Companies leave vulnerabilities unpatched for up to 120 days
Kenna studied the proliferation of non-targeted attacks and companies’ ability to mitigate these threats through the timely remediation of security vulnerabilities in their software and network devices.
They analyzed 50,000 organizations, 250 million vulnerabilities, and over one billion breach events from January 2014 through September 2015, and found that companies are regularly leaving vulnerabilities open for longer than it takes attackers to exploit them.
Unlike more widely publicized APTs, non-targeted attacks pose a much different challenge for security organizations. Rather than targeting a specific company, attackers attempt to exfiltrate valuable data from as many companies as possible, relying on automated tools and techniques to scale their attacks and exploit commonly found vulnerabilities.
“The public has grown plenty familiar with hackers seeking out a specialized target, such as Ashley Madison. But automated, non-targeted attacks still remain the most significant threat to businesses of all sizes,” said Karim Toubba, CEO of Kenna. “Every company has data that hackers want to get their hands on, but security teams remain one step behind their adversaries. Security teams need to move quickly to remediate critical vulnerabilities, but they don’t have the tools needed to keep pace with hackers.”
Automated attacks are on the rise: There have been over 1.2 billion successful exploits witnessed in 2015 to date, compared to 220 million successful exploits witnessed in 2013 and 2014 combined – an increase of 445 percent.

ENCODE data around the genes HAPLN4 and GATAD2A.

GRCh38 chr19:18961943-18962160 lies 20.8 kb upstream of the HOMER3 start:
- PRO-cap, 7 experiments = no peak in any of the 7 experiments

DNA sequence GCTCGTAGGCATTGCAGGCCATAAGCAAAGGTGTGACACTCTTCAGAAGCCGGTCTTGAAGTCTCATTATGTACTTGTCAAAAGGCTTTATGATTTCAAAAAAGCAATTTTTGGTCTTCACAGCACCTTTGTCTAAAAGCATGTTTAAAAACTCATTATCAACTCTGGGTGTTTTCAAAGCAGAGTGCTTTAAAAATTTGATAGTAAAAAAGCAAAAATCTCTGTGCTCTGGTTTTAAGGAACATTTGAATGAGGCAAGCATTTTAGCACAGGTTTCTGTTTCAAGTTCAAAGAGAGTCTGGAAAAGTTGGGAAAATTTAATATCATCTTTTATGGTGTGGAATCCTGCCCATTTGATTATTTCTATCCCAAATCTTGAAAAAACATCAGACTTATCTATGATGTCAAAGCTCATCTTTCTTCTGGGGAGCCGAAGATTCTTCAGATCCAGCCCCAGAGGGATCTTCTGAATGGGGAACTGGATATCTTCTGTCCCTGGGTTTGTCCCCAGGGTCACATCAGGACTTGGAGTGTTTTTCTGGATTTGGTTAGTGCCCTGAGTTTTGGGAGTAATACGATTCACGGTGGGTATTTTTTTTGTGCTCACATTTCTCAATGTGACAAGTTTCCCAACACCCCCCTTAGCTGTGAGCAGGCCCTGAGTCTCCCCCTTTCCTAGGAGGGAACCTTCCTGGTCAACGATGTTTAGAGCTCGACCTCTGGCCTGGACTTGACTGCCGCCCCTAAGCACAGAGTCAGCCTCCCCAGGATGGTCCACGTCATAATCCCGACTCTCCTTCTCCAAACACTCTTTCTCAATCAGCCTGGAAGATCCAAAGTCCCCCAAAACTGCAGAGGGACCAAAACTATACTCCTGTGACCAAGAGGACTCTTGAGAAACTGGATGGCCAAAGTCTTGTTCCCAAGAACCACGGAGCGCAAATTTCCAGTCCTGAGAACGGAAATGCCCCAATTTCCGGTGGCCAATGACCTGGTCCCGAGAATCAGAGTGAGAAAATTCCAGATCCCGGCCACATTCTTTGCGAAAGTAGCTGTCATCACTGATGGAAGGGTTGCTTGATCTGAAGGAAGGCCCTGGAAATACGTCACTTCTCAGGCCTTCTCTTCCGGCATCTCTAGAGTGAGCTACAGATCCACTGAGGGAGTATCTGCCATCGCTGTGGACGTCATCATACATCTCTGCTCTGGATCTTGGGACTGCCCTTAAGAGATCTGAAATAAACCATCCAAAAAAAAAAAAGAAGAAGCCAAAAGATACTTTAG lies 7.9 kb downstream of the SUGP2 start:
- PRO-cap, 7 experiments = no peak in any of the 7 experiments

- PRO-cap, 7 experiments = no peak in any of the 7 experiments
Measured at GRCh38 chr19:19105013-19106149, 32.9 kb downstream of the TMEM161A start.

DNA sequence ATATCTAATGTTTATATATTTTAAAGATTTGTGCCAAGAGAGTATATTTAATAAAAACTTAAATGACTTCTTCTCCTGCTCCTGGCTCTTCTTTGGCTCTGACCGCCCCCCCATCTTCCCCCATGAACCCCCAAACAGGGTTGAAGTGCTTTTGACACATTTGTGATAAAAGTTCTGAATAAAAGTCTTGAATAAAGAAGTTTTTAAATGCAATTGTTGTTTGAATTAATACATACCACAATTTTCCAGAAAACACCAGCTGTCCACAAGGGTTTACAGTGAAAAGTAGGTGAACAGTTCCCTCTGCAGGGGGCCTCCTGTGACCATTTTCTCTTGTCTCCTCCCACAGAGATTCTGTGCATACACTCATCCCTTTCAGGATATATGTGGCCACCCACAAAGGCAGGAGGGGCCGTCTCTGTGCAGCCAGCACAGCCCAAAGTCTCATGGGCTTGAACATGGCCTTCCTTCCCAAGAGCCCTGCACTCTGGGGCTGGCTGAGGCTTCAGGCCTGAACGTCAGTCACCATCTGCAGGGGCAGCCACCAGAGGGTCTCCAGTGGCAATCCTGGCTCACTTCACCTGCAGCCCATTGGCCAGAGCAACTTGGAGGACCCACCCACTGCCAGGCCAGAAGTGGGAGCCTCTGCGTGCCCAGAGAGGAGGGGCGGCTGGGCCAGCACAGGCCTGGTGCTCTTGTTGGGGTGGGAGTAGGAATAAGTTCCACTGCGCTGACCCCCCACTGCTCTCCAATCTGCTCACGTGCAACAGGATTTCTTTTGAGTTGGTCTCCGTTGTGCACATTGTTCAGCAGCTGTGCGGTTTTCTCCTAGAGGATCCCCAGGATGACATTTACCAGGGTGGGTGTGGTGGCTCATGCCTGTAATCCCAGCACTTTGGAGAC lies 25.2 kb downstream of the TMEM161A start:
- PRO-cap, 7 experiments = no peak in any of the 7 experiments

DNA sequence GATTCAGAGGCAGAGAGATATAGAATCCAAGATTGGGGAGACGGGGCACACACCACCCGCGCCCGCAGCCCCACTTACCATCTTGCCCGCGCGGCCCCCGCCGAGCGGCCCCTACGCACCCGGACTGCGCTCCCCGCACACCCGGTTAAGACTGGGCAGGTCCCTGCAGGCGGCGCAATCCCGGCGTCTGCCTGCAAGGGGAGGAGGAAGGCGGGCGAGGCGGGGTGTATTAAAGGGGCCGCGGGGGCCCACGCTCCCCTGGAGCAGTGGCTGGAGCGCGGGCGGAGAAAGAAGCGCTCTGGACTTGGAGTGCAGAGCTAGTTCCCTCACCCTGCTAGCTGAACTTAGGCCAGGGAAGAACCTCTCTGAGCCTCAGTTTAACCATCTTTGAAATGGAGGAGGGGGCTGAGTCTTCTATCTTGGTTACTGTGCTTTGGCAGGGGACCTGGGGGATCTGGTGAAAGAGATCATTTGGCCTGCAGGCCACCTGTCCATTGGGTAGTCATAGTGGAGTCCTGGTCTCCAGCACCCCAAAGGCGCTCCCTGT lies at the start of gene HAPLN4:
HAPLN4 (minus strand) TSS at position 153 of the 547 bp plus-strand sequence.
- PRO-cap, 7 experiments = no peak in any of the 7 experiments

Remediation takes time: Despite the best intentions, most companies take an average of 100-120 days to remediate found vulnerabilities. However, many companies have critical vulnerabilities that go unpatched altogether.
Exploitation is almost guaranteed: The probability of a vulnerability being exploited hits 90 percent between 40-60 days after discovery, indicating that the length of time a company has to react vulnerabilities before attackers strike is within 40-60 days of release for well-known vulnerabilities. This creates a remediation gap, or time that a vulnerability is most likely to be exploited before it is closed, of nearly 60 days.
The ease and speed at which hackers can conduct non-targeted attacks make them a ubiquitous threat to all companies. Businesses cannot rely solely on manual techniques to combat automated attacks, but should seek automated methods that leverage computational models and algorithms to prioritize remediation based on actual risk.
“Companies will continue to face the cold reality that throwing people at the problem is no longer sufficient for remediating vulnerabilities and combatting the sheer volume of automated attacks,” said Toubba. “They need solutions that are as automated as the attacks that continue to hammer them – fixing vulnerabilities manually is no longer possible in the ‘new normal.’”